1. What a wonderful story and truly inspirational. I too felt a huge weight off my shoulder when I became debt free. It is amazing what having a fully paid home does to your psyche.

    There is always a debate of whether you should put the extra money towards investments or paying down mortgage and even though financially I may have come out behind investing with the big bull run we had, emotionally I am way ahead.

    Very smart decision to design a practice that won’t burn you out. Most OBGyn docs seem to be much happier once they drop the OB part out from the practice as the hours and emergencies decrease dramatically. Being financially independent allows you to do that so you did the smart thing by working hard in the beginning and now reaping the rewards later.

    Thanks for sharing your story.

    • Agree 100% that the decision to max out mortgage payments (rather than our investments) was a very emotional one, and was all about getting to that euphoric feeling of being debt free. Once it was paid off, our bank tried to convince us to use a home equity LOC to invest, but we of course decided against it for the same psychological reasons that we raced to pay it off in the first place (and my financial planner was against the idea, which makes me feel so secure that he has a cautious approach).
      Thanks so much for the words of support!

  2. Congratulations to the author for making a better life for yourself.
    Congratulations to Cory for having such a positive and powerful impact on people through the work you do.
    FI gave me the confidence and ability to transition to part-time clinical work and it has been wonderful.

  3. You’ve given plenty of yourself. There’s no shame in wanting to have a better and healthier life for yourself. No one can question you’ve earned it, not that one needs to “earn” the right to pursue happiness and balance in life.

    Thank you for sharing your story.

    Cheers!
    -PoF

  4. I’m thrilled to read about another doc who has cut back to tilt work-life balance in favor of life. Dropping OB call sounds like a life-affirming choice (as it was for Hatton1), kudos for designing a life that put you in the position to opt out.

    The gift of medicine is that you can lead a wonderfully upper-middle class lifestyle working far fewer hours, and use the balance of time available to regain those qualities that made you an interesting human before your training commenced.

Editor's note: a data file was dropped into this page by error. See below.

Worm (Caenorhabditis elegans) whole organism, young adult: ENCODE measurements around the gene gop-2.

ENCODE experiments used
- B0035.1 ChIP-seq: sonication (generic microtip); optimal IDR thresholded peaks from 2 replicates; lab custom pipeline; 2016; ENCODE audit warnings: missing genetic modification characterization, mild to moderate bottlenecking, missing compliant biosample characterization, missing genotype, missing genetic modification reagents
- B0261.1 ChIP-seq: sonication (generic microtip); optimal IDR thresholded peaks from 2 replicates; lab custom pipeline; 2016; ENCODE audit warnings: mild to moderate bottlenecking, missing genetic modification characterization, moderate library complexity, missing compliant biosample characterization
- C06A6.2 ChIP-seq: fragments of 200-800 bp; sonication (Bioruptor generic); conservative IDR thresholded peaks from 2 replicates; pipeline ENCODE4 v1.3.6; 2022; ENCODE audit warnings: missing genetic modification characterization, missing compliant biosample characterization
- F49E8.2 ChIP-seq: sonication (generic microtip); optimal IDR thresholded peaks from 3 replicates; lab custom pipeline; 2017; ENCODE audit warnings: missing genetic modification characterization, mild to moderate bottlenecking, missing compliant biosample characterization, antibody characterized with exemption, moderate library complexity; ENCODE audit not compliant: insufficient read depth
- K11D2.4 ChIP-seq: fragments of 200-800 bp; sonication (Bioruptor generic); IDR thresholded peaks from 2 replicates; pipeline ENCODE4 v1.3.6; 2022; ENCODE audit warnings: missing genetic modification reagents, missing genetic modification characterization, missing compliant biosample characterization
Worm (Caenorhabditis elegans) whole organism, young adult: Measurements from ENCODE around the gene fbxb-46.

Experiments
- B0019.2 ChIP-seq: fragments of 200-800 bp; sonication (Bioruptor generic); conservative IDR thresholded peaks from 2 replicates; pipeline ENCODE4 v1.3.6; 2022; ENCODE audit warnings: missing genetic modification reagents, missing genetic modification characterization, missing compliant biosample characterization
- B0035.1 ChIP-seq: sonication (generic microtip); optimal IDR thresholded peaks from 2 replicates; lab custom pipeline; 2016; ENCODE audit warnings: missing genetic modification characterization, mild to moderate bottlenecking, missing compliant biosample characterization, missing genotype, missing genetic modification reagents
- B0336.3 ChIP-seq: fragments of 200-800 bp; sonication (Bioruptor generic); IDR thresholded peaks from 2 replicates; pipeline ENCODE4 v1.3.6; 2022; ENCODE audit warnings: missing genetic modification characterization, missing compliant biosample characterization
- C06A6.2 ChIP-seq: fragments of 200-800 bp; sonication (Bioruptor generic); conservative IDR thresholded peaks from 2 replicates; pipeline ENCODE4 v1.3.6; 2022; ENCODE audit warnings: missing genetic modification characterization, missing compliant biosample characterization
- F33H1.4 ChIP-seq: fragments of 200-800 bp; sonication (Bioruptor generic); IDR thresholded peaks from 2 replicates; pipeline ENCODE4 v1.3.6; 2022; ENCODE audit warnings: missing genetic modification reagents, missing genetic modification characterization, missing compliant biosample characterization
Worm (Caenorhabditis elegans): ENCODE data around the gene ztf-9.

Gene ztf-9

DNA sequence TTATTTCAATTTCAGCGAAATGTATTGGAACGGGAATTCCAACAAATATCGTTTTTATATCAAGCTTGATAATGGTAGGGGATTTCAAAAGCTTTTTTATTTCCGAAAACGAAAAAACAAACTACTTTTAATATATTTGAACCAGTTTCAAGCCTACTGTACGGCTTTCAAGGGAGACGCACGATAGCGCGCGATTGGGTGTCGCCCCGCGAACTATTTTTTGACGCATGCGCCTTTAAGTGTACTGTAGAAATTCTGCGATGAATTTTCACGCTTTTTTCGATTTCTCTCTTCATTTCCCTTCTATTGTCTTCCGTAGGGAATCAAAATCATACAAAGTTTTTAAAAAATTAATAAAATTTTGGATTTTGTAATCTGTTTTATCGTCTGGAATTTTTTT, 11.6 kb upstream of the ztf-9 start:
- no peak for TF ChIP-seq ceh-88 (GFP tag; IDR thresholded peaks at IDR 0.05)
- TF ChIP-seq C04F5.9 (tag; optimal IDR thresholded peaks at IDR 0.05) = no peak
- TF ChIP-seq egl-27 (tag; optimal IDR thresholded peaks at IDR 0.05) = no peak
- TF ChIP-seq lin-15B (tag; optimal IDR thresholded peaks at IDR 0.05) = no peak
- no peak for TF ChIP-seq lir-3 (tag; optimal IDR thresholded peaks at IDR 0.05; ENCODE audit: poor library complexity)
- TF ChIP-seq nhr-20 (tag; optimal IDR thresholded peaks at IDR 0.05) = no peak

It’s a shame so few of us ever bother to unwrap that gift!

    Thanks for sharing this story, Cory.

  5. I am happy for the author for finding happiness her own way. For me, I needed the OR and the Birthing room in addition to the office. I retired from OB and GYN at 66. I took day call but I did get night call relief over the final 3 years. I was FI in my 50s but loved the work until Catholic Corporate America took over.

  6. Keeping yourself safe and secure financially was the first step to having a choice. Simply having that choice reduces stress dramatically for active physicians. You will still do great ‘post-medicine’ because you have lost no skills and have a world class education. Many, if not most, doctors are natural teachers. Your next 20 years will be full of opportunities to teach others from your experience and education. Perhaps you may even find a voice in teaching OB/Gyn residencies on professional development and work-life balance to reduce stress and burnout. Great story!

  7. I have such admiration for those that have been able to keep up with the pace of OB and the OR into their 60’s- and sometimes beyond… the “grandfather” of our residency program operated into his late 70’s and saw office patients until his mid 80’s (a bit extreme and a tough act to follow, he would be mystified and mortified by my decision). With the shift in GYN practice to more medical and less surgical management, it was easier to give up my OR time than I would have thought. I considered just keeping my Mon-Fri day shift on calls, but the compensation (without after hours codes) turned out to be far less than I was earning in the office (not that it’s just about the pay…) I agree about the Corporate takeover issue- our hospital feels more and more corporate every day (as Chief, sitting in on all the meetings and listening to the “business-speak” I felt like I was working at one of the big banks, not a health care facility).